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Obituary: Lifelong advocate for cancer education and research dies at 91

Helene Brown, a UCLA alumna and a board member of the UCLA Jonsson Comprehensive Cancer Center, died Oct. 7. Throughout her life, she advocated for cancer research and education. (Courtesy of UCLA Jonsson Comprehensive Cancer Center)

By Maddy Blasingame

Nov. 15, 2020 5:02 p.m.

Helene Brown managed to fit 200 years worth of work in cancer activism and education into 91, said Jeff Brown, her son.

Helene, a UCLA alumna and former board member of the UCLA Jonsson Comprehensive Cancer Center, died Oct. 4 at the age of 91.

She is survived by her sisters, Naomi Goldrich and Midge Solomon, and her sons, Jeff Brown and Brian Brown. Helene’s memorial service took place Oct. 7 at Mount Sinai Memorial Parks and Mortuaries.

Helene started her work in the 1950s. After discovering Pap smears were tests for cervical cancer from a trip to the doctor’s office, Helene invested herself in raising awareness among women about the importance of the test, according to a 1997 Los Angeles Times article.

In 1955, she collaborated with the American Cancer Society to rent out movie theaters in small towns to show a free educational film about Pap smears and cervical cancer. The program packed theaters for years in states like Nevada and Oklahoma, Jeff said.

Cervical cancer used to be the leading cause of death among women in the United States, according to the Centers for Disease Control and Prevention. Deaths from cervical cancer have decreased over the last 40 years as more women started getting regular Pap tests, the CDC said.

Helene was an integral part in the creation of the ACS cancer testing guidelines for doctors in the 1980s, according to the LA Times. The guidelines helped doctors determine which types of cancer tests they should provide to their patients, the article said.

She was also an anti-tobacco and anti-smoking advocate. Helene served as the co-chair of the American Stop Smoking Intervention Study, a program funded by the National Cancer Institute and the ACS. In addition, she was an advisor to the State Department of Public Health’s Tobacco Control Program.

Helene helped fundraise for the creation of the JCCC, where she served as the director of community applications of research and board member, according to an obituary by UCLA Health. The JCCC is known for cancer research, diagnosis and prevention.

Helene was also a talented public speaker, Jeff said.

“She had a gift,” he said. “She could walk into a room and go up to the podium and start speaking. In three minutes, you couldn’t hear anything in the house. Everybody was listening to my mom. She held attention for an hour and nobody walked out.”

Helene never stopped pushing for cancer research and education, said Mike Franks, Helene’s colleague from 1977 to 1982.

Even at the age of 90, Helene tracked death rates and research for different forms of cancer, Franks said.

Outside of her cancer education and research advocacy, Helene did whatever she could to help those around her, friends and family said.

“She would do favors for everybody so if she ever asked you for a favor, you would be thrilled to help her,” Franks said. “She was that kind of person.”

Growing up, Jeff said, his mother wished nothing for him but happiness.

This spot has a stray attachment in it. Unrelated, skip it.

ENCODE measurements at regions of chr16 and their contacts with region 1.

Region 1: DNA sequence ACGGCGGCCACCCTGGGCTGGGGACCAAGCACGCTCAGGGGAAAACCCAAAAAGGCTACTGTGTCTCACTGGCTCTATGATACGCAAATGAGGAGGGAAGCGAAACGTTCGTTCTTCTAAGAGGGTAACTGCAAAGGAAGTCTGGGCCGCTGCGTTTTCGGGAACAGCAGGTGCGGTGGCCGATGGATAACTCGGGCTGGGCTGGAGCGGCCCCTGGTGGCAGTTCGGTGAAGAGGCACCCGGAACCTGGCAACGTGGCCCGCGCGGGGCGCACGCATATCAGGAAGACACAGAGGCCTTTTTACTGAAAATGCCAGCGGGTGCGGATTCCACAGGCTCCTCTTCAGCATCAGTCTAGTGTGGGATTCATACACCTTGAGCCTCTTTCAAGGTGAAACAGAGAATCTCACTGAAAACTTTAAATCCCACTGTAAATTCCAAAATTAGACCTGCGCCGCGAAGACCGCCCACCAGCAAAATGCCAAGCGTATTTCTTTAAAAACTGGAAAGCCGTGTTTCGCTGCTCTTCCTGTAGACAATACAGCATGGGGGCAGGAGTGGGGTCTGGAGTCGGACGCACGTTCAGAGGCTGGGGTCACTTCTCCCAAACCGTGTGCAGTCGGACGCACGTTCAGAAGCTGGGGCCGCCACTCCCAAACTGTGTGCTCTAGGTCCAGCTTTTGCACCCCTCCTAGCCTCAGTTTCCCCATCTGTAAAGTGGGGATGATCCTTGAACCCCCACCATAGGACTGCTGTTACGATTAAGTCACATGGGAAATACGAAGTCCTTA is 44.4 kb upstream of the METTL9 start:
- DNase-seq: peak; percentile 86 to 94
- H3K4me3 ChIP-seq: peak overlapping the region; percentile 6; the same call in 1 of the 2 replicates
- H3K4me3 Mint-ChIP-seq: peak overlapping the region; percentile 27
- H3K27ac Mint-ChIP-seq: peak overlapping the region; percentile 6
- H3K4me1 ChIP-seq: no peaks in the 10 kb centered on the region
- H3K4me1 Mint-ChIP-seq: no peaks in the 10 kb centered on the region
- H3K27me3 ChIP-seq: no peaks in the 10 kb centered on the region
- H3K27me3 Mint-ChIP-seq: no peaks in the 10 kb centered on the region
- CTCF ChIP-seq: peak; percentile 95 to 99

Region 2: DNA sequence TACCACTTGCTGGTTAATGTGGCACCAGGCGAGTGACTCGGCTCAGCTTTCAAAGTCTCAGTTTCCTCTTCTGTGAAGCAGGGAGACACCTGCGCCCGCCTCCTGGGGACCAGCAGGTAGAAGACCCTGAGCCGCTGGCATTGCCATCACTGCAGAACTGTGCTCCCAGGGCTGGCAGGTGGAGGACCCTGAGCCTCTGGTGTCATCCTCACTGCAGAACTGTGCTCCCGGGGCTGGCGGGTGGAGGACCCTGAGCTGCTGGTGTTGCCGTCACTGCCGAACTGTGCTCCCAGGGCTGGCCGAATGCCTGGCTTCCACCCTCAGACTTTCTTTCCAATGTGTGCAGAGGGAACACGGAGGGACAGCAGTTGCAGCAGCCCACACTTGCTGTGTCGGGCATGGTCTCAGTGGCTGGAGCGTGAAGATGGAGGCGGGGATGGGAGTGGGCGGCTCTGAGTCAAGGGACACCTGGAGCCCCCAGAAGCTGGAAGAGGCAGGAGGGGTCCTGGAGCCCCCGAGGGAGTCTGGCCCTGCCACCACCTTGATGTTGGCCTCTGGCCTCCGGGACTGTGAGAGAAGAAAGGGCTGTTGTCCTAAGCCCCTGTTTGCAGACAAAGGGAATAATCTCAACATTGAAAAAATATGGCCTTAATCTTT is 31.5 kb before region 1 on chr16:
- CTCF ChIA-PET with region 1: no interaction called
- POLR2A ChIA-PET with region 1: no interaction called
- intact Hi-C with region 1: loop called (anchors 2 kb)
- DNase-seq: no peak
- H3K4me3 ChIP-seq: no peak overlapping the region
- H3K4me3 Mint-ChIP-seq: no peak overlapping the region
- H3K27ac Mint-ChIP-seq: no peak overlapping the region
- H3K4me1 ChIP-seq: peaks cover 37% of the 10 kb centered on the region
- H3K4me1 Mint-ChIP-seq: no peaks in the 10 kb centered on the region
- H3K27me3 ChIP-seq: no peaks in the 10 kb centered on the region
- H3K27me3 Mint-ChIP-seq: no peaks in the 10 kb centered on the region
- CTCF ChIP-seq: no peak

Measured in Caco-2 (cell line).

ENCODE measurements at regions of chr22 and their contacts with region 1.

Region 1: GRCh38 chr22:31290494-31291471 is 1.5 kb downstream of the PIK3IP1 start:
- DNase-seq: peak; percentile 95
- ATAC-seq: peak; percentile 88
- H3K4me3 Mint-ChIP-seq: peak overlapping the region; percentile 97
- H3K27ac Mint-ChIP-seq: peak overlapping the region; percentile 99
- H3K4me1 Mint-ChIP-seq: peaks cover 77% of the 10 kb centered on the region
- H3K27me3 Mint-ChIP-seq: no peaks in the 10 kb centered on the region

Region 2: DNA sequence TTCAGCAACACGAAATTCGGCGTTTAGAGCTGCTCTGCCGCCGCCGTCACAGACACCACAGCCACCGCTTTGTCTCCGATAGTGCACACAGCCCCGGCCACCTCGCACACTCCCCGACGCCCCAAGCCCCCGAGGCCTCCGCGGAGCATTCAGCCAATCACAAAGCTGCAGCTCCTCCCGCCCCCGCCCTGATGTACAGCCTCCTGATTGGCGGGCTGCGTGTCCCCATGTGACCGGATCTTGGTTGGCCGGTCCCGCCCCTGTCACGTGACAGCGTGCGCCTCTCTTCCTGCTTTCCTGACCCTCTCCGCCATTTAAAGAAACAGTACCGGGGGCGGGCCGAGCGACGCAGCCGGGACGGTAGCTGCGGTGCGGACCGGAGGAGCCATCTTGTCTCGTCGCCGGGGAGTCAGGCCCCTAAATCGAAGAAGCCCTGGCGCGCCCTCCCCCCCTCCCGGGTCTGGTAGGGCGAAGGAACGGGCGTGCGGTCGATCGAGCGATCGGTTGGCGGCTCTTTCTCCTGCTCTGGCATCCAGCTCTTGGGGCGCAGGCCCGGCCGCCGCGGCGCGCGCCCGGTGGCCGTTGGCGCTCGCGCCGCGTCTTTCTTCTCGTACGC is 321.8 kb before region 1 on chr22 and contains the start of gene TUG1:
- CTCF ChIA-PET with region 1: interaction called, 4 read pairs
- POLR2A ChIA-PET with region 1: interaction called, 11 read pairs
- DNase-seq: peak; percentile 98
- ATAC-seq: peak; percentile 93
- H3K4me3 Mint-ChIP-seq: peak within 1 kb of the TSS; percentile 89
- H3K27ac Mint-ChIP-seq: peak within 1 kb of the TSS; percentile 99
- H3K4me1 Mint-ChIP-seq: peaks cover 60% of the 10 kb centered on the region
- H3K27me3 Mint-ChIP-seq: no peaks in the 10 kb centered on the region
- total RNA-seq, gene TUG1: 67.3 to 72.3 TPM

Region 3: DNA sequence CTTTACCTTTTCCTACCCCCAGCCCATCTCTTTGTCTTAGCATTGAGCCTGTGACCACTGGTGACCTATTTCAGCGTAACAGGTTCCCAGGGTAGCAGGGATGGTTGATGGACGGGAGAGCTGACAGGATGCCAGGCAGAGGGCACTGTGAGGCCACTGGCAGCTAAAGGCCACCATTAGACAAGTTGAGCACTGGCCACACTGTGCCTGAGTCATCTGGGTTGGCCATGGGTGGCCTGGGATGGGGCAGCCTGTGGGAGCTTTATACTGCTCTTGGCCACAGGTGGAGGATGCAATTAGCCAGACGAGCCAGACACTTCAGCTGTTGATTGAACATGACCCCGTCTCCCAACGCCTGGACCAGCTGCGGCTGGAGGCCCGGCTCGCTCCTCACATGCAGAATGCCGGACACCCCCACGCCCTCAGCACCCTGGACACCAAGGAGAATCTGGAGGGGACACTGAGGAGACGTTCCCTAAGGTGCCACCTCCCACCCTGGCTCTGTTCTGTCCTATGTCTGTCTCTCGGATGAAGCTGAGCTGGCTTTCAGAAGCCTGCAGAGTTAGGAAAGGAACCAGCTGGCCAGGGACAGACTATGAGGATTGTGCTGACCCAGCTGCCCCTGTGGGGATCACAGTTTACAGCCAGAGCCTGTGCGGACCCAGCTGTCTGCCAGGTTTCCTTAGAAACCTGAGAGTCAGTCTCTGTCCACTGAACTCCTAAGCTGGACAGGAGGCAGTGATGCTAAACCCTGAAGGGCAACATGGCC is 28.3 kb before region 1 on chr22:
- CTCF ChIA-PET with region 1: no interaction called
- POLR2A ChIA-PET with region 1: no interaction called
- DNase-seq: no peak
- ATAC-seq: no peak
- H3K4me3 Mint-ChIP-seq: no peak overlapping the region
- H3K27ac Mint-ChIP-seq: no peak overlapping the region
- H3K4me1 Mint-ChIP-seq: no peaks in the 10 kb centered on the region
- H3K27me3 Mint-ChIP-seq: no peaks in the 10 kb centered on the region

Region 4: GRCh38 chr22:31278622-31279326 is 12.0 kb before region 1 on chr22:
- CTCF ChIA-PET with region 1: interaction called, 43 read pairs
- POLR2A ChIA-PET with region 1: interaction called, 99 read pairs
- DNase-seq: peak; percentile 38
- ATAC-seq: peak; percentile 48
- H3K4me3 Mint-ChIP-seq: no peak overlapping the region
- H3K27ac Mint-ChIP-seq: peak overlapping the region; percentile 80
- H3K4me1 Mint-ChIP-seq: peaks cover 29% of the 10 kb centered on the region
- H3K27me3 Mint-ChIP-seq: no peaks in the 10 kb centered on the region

“She always said, ‘I want you to be happy,’” he said. “’Do what you want to do and be happy.'”

Candace Baker, the daughter of one of Helene’s lifelong friends, said when her mother was sick, Helene once gave her more chicken soup than she could carry. She was incredibly generous, Baker said.

Before Baker’s mother passed away, Baker said her mother asked Helene to take care of her. And she did. Helene purchased Baker the house she still lives in to this day, Baker said.

“I think (my mother) meant take me to lunch, not give me a house,” she said.

Helene was also passionate about the outdoors and adventure, Jeff said.

Jeff said his fondest memory growing up was taking a year-and-a-half-long road trip with his family. They traveled several thousands miles – from Lake Mead to the city of Fairbanks in Alaska. His childhood and his parents’ marriage were perfect, he added.

Helene and Bob Brown, Helene’s husband, also owned a plane, which they often used to travel, Franks said.

Once, Bob and Helene were flying West on their way home from Kansas, but rather than following their maps, they decided to follow the highway and see where that would lead them, Franks said.

Helene remained adventurous until she passed away.

Franks said he remembers the excitement Helene had on her 50th birthday when she received a pair of white roller skates. On that same day, she decided to roller skate four blocks up and down Wilshire Boulevard in LA, Franks added.

Helene could not stand living in a retirement home because she felt like she was waiting around to die, Franks said. She moved to a retirement home in Oregon for a year until she decided to return to LA for the city’s noise and to drive on Wilshire Boulevard, Franks added.

Helene also had a great sense of humor, friends and family said. She often joked that she married Bob solely for his car, Franks said.

Baker said she remembers when Helene and Bob were on vacation, Helene tricked a stranger into believing the fake coins, which she received as part of a company’s promotion, were real. The stranger didn’t realize she was joking until after he went to a coin dealer, she said.

Helene’s friends and family said they will remember her for all she was.

“She was a super woman, just extraordinary,” Jeff said. “She made a difference. She made a lot of people’s lives better.”

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